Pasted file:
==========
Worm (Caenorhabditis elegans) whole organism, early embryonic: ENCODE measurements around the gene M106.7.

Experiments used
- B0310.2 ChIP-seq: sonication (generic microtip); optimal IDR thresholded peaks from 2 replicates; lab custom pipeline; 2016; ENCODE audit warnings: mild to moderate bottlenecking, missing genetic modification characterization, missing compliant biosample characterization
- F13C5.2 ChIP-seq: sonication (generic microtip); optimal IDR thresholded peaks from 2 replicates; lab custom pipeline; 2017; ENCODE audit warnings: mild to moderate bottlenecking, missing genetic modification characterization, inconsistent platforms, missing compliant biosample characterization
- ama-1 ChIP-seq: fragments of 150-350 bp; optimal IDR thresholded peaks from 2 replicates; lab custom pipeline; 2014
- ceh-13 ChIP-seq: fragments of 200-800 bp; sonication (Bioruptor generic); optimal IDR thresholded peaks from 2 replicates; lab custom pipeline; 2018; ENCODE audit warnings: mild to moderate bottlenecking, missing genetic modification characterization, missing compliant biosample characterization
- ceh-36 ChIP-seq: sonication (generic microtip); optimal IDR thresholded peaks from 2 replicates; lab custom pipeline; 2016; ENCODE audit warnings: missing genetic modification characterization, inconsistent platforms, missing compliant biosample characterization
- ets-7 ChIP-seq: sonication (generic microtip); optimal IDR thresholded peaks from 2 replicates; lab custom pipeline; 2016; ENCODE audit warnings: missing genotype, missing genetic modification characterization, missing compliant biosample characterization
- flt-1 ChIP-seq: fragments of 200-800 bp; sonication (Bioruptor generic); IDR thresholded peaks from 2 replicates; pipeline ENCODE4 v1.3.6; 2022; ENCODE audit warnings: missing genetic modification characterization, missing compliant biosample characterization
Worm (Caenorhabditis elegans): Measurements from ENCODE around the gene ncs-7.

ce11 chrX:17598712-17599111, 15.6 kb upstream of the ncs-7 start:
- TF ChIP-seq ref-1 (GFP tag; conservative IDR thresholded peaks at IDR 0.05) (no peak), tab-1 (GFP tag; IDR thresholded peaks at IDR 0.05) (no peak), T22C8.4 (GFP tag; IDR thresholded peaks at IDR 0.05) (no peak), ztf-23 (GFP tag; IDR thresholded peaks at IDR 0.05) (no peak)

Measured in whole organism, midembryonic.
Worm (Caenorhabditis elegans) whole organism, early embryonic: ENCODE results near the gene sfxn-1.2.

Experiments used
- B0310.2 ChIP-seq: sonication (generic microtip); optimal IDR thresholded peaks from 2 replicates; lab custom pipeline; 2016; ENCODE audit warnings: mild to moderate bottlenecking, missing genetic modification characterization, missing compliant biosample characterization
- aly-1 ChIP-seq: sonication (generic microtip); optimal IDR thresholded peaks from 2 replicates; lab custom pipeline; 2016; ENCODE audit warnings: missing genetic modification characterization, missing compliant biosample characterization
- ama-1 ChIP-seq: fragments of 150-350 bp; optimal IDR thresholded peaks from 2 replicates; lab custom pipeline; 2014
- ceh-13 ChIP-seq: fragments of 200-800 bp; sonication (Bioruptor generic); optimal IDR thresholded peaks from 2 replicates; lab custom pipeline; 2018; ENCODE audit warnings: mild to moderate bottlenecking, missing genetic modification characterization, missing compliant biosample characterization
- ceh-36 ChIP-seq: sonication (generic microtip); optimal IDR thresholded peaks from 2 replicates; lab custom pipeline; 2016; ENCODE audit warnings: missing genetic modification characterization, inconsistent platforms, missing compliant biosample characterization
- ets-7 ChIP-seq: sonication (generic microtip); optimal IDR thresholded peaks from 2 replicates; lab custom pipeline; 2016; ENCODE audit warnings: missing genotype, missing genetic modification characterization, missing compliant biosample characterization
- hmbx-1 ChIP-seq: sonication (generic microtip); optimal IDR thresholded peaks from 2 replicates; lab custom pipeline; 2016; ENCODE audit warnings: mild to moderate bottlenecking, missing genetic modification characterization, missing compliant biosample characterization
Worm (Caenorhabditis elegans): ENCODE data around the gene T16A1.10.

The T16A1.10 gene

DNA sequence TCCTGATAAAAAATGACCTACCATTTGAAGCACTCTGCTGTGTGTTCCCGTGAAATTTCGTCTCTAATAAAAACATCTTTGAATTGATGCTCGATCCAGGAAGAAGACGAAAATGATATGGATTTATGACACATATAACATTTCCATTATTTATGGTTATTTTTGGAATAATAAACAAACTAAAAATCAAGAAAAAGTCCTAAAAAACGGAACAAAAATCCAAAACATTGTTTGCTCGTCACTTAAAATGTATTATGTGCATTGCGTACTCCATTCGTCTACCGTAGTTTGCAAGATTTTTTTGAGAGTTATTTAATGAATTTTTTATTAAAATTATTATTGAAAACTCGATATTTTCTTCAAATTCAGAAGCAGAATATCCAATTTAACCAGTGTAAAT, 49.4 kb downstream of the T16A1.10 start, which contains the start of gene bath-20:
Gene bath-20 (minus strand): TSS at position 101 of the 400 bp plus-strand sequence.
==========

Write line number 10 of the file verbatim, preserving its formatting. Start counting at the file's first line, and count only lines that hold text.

Worm (Caenorhabditis elegans): Measurements from ENCODE around the gene ncs-7.